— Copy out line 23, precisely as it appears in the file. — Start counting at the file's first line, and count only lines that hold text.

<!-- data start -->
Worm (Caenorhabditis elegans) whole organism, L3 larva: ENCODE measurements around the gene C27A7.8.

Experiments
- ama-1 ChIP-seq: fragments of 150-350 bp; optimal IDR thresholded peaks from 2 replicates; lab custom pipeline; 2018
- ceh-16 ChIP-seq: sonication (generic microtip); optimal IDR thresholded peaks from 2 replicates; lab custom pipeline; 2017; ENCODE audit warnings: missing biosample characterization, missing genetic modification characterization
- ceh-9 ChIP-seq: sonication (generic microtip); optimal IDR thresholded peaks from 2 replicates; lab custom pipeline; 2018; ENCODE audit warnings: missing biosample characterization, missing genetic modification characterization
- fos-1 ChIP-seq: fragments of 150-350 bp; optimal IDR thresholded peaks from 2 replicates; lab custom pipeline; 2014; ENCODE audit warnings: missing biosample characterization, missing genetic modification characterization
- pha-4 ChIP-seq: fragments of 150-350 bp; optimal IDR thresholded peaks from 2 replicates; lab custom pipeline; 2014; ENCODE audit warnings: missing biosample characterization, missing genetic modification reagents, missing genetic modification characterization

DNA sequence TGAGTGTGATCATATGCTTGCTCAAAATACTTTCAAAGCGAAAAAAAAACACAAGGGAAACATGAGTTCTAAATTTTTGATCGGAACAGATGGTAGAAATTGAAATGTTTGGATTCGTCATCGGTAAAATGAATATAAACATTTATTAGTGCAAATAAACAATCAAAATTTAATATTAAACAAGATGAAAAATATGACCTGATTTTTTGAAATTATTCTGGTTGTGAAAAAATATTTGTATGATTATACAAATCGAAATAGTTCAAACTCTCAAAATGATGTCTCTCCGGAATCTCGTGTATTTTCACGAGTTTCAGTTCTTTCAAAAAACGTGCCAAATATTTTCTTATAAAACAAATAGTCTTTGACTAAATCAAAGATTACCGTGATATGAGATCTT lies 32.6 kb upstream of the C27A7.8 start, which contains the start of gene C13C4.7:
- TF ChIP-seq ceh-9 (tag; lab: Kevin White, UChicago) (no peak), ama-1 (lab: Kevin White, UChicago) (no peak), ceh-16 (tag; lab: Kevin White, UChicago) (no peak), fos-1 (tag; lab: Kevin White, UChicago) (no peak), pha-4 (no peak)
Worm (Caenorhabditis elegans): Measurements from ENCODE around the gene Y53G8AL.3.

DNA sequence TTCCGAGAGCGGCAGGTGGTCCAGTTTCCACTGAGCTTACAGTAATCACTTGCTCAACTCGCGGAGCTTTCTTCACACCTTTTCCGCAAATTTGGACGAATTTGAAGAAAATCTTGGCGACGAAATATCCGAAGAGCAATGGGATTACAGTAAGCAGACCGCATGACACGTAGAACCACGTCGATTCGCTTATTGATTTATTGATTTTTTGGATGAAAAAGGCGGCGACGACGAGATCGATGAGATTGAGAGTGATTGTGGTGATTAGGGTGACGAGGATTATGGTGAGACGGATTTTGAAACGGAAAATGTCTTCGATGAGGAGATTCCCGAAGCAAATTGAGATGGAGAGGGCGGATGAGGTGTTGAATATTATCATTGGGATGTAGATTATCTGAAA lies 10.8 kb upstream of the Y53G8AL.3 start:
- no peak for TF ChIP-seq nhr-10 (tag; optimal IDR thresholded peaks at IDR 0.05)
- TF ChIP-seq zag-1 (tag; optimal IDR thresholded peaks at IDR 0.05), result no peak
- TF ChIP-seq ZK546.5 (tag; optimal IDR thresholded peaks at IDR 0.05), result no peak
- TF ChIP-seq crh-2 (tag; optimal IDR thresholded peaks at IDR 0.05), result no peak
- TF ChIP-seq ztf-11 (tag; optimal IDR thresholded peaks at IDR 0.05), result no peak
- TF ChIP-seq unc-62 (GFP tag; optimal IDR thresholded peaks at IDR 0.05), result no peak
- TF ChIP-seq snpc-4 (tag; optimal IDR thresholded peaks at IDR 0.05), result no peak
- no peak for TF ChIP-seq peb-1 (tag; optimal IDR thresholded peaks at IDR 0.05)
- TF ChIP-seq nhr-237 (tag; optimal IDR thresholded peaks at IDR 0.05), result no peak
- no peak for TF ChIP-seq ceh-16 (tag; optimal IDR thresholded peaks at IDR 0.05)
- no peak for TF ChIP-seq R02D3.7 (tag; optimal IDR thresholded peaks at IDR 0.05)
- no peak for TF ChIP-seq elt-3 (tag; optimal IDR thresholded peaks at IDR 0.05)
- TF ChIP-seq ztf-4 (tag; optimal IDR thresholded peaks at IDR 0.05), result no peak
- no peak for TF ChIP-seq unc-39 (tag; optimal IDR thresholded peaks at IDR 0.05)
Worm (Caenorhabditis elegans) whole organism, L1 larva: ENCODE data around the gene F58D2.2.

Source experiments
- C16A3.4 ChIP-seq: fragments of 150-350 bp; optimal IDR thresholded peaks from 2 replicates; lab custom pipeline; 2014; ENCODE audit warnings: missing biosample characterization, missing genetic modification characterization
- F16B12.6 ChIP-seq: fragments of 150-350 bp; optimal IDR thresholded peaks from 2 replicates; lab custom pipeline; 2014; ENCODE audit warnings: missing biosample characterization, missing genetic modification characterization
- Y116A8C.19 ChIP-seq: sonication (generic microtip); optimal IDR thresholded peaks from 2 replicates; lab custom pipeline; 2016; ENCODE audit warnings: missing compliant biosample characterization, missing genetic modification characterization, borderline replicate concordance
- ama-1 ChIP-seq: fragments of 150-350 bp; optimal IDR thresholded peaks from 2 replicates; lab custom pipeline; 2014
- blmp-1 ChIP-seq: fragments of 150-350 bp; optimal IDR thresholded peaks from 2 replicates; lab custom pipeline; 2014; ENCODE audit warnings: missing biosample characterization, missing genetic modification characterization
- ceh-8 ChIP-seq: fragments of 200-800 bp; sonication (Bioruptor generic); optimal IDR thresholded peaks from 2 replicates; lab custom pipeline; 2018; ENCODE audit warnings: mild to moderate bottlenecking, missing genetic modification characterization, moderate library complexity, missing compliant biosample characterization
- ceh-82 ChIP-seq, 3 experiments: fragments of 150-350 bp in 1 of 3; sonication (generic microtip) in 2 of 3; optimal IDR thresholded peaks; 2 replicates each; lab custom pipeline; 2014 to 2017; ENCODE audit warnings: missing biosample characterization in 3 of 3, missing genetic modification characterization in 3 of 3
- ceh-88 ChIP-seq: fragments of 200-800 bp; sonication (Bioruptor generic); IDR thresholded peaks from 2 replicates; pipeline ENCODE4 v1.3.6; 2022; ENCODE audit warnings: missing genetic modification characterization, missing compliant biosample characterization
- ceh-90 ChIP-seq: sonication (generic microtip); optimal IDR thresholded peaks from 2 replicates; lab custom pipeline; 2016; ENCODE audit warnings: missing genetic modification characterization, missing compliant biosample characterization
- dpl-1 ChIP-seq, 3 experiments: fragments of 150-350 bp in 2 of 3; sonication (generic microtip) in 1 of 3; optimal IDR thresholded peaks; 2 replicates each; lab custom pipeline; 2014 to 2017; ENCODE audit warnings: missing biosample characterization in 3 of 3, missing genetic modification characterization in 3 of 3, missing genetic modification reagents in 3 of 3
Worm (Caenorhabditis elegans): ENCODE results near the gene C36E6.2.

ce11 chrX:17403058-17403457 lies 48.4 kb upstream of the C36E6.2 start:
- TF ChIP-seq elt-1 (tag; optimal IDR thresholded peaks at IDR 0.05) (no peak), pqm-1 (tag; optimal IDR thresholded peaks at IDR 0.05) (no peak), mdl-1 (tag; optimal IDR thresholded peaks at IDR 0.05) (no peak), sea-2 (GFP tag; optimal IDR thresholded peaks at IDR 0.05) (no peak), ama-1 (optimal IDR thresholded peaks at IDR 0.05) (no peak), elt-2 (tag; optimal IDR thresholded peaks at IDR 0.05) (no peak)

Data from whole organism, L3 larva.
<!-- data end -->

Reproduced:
- no peak for TF ChIP-seq elt-3 (tag; optimal IDR thresholded peaks at IDR 0.05)